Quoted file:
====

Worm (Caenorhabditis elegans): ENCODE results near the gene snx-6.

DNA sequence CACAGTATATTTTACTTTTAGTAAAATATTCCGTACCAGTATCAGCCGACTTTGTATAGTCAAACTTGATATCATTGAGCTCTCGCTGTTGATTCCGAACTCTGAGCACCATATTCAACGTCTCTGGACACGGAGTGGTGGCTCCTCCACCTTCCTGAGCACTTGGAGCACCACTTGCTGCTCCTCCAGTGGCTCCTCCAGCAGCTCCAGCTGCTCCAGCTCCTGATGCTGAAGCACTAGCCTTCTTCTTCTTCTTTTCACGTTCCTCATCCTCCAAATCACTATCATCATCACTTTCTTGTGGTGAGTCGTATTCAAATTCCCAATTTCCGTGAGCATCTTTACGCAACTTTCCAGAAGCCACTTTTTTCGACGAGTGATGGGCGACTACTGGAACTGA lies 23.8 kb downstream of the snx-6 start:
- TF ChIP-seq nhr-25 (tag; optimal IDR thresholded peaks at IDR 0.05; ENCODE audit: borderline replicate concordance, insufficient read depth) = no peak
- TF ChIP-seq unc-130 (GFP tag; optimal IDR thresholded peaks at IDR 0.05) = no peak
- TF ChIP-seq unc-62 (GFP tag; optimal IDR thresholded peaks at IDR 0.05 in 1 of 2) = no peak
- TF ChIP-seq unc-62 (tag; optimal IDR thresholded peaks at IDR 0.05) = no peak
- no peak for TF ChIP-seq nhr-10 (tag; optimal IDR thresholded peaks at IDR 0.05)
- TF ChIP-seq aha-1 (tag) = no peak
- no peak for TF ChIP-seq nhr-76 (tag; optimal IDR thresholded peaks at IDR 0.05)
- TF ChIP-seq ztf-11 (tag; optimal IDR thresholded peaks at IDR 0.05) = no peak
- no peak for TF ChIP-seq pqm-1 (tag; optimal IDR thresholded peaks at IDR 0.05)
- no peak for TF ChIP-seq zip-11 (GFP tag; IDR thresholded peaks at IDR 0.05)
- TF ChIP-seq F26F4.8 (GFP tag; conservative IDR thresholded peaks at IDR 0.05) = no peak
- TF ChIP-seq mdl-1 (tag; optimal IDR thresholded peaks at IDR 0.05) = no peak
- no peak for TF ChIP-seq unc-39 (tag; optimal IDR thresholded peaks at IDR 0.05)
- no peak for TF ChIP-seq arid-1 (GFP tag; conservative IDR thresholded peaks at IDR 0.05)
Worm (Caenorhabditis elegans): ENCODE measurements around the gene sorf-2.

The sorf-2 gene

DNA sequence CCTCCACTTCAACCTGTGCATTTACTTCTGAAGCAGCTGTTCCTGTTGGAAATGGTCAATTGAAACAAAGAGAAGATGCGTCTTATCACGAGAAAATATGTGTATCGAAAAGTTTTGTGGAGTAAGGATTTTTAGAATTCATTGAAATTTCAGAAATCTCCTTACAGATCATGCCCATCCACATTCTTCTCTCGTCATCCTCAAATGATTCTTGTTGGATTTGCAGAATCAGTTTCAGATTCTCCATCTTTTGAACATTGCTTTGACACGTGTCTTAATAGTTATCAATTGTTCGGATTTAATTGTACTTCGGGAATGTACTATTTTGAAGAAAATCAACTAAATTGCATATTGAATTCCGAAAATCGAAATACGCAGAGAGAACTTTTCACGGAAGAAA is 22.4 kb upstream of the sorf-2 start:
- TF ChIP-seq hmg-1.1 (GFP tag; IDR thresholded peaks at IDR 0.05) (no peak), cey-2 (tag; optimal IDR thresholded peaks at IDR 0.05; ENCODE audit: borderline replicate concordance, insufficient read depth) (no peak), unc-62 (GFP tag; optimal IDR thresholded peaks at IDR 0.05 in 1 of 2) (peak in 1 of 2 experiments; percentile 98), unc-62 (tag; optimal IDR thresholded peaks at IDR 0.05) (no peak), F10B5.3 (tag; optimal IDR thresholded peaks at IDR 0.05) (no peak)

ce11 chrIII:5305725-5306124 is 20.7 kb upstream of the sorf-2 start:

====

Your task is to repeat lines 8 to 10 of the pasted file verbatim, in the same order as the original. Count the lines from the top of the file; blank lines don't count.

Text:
- TF ChIP-seq aha-1 (tag) = no peak
- no peak for TF ChIP-seq nhr-76 (tag; optimal IDR thresholded peaks at IDR 0.05)
- TF ChIP-seq ztf-11 (tag; optimal IDR thresholded peaks at IDR 0.05) = no peak